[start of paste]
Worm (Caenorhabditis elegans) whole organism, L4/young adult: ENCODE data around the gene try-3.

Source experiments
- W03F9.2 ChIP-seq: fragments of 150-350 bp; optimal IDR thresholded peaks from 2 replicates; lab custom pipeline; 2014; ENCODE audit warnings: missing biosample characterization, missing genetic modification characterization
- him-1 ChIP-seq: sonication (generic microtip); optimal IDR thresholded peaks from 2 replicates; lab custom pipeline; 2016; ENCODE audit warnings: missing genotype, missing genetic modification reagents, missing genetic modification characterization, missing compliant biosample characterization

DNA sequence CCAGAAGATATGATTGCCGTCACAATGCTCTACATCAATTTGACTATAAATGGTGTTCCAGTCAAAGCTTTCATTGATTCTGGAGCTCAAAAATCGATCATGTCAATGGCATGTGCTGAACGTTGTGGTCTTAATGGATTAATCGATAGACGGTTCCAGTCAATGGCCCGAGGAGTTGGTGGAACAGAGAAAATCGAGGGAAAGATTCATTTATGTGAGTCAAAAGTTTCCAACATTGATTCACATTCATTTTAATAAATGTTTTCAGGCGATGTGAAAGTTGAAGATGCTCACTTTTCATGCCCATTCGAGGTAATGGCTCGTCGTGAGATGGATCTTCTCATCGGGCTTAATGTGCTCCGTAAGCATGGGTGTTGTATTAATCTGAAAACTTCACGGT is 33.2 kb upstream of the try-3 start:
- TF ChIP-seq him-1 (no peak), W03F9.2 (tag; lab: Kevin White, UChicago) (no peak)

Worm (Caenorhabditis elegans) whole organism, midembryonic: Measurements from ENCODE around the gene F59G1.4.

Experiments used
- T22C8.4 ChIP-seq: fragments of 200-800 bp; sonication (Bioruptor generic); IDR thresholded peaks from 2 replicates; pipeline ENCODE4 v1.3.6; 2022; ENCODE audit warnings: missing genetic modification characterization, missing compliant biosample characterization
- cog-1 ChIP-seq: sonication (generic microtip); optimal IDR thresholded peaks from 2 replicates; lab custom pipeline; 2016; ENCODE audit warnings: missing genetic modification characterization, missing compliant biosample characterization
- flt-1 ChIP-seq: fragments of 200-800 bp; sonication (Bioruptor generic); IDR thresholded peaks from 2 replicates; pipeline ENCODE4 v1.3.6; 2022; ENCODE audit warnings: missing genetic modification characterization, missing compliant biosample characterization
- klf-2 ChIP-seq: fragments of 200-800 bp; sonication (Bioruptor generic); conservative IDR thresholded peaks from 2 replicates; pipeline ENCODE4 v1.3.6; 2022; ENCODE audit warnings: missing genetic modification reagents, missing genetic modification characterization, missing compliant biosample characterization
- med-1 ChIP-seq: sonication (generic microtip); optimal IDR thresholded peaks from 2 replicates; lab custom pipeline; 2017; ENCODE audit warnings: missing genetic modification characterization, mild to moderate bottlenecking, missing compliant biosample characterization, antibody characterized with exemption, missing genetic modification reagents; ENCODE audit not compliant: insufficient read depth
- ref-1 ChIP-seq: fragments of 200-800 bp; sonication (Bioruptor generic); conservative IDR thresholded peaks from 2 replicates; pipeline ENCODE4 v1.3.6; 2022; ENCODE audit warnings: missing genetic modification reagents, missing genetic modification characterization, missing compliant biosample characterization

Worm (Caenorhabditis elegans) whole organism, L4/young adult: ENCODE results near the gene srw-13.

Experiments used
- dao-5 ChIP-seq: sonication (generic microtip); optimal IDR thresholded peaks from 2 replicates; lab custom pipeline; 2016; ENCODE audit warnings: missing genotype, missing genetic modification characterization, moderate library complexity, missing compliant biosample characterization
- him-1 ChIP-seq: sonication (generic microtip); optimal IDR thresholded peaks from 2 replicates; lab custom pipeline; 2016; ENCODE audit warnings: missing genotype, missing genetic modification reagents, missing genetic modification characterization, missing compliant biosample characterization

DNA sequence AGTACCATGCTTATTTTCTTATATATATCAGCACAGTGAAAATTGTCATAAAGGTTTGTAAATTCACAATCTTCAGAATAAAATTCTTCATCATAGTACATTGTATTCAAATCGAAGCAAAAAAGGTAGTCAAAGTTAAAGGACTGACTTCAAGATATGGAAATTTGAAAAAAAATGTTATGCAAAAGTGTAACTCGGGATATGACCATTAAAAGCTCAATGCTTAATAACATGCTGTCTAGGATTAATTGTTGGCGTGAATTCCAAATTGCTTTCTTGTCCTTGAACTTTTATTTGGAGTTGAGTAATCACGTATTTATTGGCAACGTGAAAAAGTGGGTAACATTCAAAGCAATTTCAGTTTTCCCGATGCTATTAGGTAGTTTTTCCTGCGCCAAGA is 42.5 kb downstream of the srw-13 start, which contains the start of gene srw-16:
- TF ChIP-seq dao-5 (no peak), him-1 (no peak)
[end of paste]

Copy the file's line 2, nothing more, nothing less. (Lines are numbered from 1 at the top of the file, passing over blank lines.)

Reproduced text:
Source experiments